Standing Up By Standing Apart: Long Live The Résumé

Standing Up By Standing Apart: Long Live The Résumé
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Of the many resources displaced—or at least changed—by the rise of the Internet and the transition to all things digital, one item is as relevant today as it has been well before the emergence of the Web. I refer to that document of indispensable worth—to employers and employees alike—known as a résumé: A means of conveying a person's skills and qualifications, in addition to that individual's experience and expertise. That fact, according to this writer for Forbes, is critical for job seekers:

"The 'one-size fits all' approach won't cut it in a marketplace of increasingly specialized needs. So plan on having several versions of your résumé adjusted for the different jobs you are applying for. Include ways you can make an immediate contribution to the organization that reflects the homework you should be doing about the organization you're applying to. Make sure that you—and at least one other person you trust—carefully review your résumé and adjust it to contain the keywords that recruiters will be searching for."

This recommendation is important for several reasons, starting with the need to pair qualified applicants with the ability to search for jobs in a multitude of industries. The success of that enterprise depends, again, on the nature of one's résumé—its quality and depth, its resonant construction and its compelling content. As this piece in the New York Times, which references the work of Susan Ireland, author of The Complete Idiot's Guide to the Perfect Resume, demonstrates:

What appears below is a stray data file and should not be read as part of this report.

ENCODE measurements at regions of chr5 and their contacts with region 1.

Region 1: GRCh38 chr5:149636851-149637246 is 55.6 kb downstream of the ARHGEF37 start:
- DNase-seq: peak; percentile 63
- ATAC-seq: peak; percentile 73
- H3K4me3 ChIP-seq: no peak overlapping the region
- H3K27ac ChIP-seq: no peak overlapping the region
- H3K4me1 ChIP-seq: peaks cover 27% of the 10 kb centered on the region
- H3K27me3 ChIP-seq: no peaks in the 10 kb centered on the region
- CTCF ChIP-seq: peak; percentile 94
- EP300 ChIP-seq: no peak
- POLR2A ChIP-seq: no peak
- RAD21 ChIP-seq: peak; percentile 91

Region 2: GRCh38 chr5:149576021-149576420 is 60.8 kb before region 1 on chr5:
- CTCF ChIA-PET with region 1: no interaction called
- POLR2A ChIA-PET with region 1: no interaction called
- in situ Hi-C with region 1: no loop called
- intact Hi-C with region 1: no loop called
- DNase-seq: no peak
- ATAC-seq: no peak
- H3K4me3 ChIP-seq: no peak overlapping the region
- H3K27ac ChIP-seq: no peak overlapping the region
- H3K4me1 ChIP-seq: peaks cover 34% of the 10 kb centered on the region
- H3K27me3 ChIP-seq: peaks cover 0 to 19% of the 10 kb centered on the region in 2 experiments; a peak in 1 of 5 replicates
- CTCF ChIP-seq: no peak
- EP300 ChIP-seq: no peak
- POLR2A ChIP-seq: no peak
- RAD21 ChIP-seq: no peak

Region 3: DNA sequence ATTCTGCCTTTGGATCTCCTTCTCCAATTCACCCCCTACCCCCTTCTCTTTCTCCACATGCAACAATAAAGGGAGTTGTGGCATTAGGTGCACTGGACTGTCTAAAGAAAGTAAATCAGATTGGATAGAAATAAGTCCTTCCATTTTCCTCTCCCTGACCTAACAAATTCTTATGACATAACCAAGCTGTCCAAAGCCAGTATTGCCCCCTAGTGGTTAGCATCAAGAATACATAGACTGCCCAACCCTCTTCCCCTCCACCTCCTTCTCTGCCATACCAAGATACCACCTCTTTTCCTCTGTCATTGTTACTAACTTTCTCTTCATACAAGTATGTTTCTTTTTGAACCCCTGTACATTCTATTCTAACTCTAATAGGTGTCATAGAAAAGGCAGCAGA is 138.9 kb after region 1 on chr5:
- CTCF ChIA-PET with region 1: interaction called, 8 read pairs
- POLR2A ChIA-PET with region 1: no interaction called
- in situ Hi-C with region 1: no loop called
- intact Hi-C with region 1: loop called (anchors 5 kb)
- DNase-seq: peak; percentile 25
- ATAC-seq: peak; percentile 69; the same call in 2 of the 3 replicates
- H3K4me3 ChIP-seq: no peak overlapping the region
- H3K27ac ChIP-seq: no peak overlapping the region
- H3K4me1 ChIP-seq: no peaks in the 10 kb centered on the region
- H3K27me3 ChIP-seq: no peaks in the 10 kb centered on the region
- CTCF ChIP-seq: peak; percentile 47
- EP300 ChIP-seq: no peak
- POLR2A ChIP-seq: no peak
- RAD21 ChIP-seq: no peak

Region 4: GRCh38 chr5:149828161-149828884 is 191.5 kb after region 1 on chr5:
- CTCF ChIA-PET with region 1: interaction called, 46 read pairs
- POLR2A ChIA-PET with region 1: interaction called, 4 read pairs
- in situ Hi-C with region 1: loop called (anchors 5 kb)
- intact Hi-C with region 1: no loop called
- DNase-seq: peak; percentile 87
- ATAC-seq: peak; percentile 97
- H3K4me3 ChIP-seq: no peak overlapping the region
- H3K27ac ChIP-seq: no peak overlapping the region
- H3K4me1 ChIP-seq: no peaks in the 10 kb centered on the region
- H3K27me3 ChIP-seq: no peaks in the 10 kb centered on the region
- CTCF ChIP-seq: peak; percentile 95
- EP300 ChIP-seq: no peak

"Be concise in the job-objective or summary part of the résumé, which comes after your name and contact information. If you are seeking a position similar to one you have held, simply state your professional title, Ms. Ireland said (for example, user interface architect). Otherwise, indicate the job you want next or emphasize the skills that the job involves."

"Tweak your résumé when necessary. Be sensitive to wording differences among industries. For example, banks have customers, while libraries have patrons and hospitals have patients, Ms. Ireland said."

It is this emphasis on strengthening a résumé that will more effectively capture the attention of HR executives and hiring committees. The value of such an asset is incalculable, given its ability to generate responses and inspire offers from businesses large and small. Consider, too, the following advice from the Albany Business Journal:

"Your experience is what your potential employer is most interested in. List your most recent employer first, and then work backward. Be sure that the name of the employer, your dates of employment and your responsibilities are clearly listed. The description of your job duties should have high impact. It should not simply read like a job description. Your writing should emphasize results, not just responsibilities."

These suggestions are a way for job applicants to improve their chances of securing work, as well as an opportunity for companies to more easily hire the right employees. Applying them is a boon for everyone.

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